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Tuesday, July 14, 2015

How to Exchange Your License for a German Driver's License

Although all cities/states are different, here are the steps I took to get my foreign driver's license exchanged for a German driver's license:
  1. Contact the local Führerscheinstelle by phone or email, and ask what documents are needed to exchange your driver's license
  2. Collect the required documents, which usually include:
    • Foreign driver's license
    • Passport/Visa
    • Biometric Photo
    • Translation of Foreign Driver's License (40€ at ADAC)
  3. Bring documents to the local Führerscheinstelle and pay the fee (35€)
  4. Pick up your German driver's license a couple weeks later
How to Get a German Driver's License

Getting my German driver's license had been on my to-do list since the German boyfriend tried (unsuccessfully) to teach me to drive stick shift over a year ago. Since foreigners in Germany are only allowed to drive with their foreign driver's license for their first 6 months in the country, I have not been allowed to drive in Germany since December 2013. Luckily, residents of some countries (U.S. included) have up to three years to trade in their foreign license for a German one.

**The rules are different for each state of the U.S. Check the U.S. Embassy website to see if your state has a reciprocal agreement with Germany**

Before getting started, I read blog posts by both Sarah Stäbler and Alex Butts about their experience with exchanging their American driver's licenses. Unfortunately, all I learned from those posts is that everyone's experiences is different. Like many bureaucratic process in Germany, each city/state has different requirements, so I knew I had to start off my contacting my local driver's license office... ugh.

Luckily, I found the email address for my local Führerscheinstelle online, so instead of wasting my time at the German equivalent of the DMV, I send them an email.
Sehr geehrte Damen und Herren,

ich bin eine Amerikanerin und wohne in Lüneburg. Ich habe einen Führerschein
aus dem Bundesstaat Illinois und ich möchte diesen in einen deutschen
Führerschein umschreiben. Welche Dokumente brauche ich dafür und wie
verläuft der Prozess?

Herzliche Grüße,
Courtney Martin
The next day, I received a reply:
Guten Morgen Frau Martin, 
bitte kommen Sie mit folgenden Unterlagen zu denÖffnungszeiten in die Führerscheinstelle:
- Personalausweis oder Pass mit Meldebescheinigung- Führerschein aus  Illinois- biometrisches Passbild- 35 €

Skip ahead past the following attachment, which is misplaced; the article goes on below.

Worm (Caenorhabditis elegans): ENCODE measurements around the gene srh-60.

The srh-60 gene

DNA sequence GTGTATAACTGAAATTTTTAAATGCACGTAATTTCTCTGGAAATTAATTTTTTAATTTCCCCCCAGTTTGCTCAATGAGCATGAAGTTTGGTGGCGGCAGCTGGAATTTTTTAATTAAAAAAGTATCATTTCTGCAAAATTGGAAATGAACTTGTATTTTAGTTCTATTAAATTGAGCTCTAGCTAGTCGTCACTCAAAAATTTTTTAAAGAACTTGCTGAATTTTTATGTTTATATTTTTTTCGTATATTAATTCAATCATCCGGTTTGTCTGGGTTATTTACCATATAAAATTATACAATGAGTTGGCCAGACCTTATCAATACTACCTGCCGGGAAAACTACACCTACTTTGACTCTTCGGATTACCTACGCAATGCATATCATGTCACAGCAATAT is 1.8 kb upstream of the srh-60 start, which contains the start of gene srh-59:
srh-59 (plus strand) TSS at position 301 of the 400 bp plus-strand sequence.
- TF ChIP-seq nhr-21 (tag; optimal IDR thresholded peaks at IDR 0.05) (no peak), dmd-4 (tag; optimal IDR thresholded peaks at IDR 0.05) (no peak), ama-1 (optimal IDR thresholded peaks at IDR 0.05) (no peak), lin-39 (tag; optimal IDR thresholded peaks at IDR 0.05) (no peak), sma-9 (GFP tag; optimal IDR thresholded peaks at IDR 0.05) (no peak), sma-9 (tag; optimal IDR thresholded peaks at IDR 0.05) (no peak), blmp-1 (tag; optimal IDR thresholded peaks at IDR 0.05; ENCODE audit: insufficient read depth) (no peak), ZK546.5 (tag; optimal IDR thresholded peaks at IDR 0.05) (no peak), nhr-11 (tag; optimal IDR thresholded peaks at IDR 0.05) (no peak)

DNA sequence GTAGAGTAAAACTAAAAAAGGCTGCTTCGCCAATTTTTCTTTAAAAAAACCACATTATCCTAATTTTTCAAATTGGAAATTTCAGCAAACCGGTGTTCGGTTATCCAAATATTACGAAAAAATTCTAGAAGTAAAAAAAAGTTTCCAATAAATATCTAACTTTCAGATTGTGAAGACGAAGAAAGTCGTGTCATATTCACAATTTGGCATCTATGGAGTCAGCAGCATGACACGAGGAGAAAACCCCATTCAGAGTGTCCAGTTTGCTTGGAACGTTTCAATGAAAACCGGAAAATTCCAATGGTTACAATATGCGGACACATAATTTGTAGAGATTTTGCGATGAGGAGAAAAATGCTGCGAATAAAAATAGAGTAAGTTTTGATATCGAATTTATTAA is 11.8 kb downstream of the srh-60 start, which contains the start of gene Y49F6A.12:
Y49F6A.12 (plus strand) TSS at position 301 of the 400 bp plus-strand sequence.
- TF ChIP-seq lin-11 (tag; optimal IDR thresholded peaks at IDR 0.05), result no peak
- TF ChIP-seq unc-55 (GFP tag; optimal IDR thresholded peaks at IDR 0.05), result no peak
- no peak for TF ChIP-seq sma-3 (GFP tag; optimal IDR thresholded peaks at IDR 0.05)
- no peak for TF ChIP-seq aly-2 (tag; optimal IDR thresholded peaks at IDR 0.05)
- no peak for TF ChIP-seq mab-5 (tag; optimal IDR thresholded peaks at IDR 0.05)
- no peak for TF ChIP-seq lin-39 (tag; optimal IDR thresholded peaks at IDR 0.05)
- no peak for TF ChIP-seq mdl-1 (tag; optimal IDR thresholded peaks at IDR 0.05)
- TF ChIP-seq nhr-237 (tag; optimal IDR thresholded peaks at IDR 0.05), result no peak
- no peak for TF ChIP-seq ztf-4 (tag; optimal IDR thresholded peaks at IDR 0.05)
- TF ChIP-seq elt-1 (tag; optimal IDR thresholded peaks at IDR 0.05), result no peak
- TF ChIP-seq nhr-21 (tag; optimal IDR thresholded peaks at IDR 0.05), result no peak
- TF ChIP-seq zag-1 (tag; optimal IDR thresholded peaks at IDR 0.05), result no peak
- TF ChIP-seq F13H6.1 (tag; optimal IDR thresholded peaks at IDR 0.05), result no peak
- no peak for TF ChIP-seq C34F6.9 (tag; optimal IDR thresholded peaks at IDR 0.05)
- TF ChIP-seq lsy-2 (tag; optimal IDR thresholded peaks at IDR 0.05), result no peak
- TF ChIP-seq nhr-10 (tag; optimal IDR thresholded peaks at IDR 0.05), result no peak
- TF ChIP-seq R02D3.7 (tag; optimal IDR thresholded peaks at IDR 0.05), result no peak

Bei Ihrer persönlichen Vorsprache kann dann der weitere Ablauf besprochen werden. 
A few days later, I went to the Führerscheinstelle, and only had to wait about 5 minutes to meet with the woman responsible for all residents with last names beginning with L-Q.  She made copies of my American passport, German visa, and American driver's license. I also gave her a biometic picture and 35 €. She then said that she would send the request my German driver's license, and I all I had left to do was get my American driver's license translated. This is done at the ADAC (like the German equivalent of AAA) and costs 40 € for non-members.

It is important to also note that I went to the Führerscheinstelle all by myself. Generally, I believe in always bringing a German with for any bureaucratic processes (civil servants don't really like wasting their time with people that speak baby German). So, I was incredibly proud that the trip ended up being so successful!

A few days later, I dropped off my American license at the ADAC, paying 40€ for the translation. I had to wait one week for the translation to be finished, and during this time, I got a call from the Führerscheinstelle to tell me that my German license was ready to be picked up! So, once my translation was ready, I went back to the ADAC, picked up the documents, went back to the Führerscheinstelle, and I got my German license that very day!

My German driver's license

Note that you do have to trade in your foreign license for the German license when you do it this way. However, you can return to the Führerscheinstelle at any time to trade in your German license for your foreign license at any time (and vice versa) for free. So, for example, I can go back to get my American license before flying to the U.S. in September.